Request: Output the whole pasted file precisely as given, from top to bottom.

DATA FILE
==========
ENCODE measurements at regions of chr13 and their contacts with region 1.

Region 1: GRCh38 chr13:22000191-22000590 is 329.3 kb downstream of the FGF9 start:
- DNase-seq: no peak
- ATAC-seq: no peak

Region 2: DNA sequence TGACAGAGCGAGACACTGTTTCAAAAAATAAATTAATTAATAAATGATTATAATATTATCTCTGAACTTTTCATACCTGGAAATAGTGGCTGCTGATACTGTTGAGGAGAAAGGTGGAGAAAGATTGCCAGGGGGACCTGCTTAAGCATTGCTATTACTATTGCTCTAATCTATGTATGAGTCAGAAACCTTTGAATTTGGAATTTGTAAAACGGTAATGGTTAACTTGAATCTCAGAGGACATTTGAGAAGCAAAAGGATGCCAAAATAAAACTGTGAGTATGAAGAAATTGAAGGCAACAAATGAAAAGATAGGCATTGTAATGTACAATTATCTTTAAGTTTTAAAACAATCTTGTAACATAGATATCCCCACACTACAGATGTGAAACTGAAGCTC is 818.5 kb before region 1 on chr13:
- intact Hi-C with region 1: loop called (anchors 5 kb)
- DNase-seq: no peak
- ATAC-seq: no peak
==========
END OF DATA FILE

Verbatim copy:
ENCODE measurements at regions of chr13 and their contacts with region 1.

Region 1: GRCh38 chr13:22000191-22000590 is 329.3 kb downstream of the FGF9 start:
- DNase-seq: no peak
- ATAC-seq: no peak

Region 2: DNA sequence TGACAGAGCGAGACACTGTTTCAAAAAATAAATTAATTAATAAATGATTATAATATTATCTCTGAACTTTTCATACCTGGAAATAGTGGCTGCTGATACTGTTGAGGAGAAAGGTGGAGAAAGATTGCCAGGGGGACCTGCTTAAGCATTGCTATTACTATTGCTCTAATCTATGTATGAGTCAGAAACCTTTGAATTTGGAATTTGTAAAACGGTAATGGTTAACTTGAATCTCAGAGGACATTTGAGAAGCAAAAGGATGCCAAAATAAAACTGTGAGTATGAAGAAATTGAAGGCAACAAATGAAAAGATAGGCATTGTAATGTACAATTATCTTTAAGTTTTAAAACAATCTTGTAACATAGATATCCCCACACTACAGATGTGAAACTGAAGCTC is 818.5 kb before region 1 on chr13:
- intact Hi-C with region 1: loop called (anchors 5 kb)
- DNase-seq: no peak
- ATAC-seq: no peak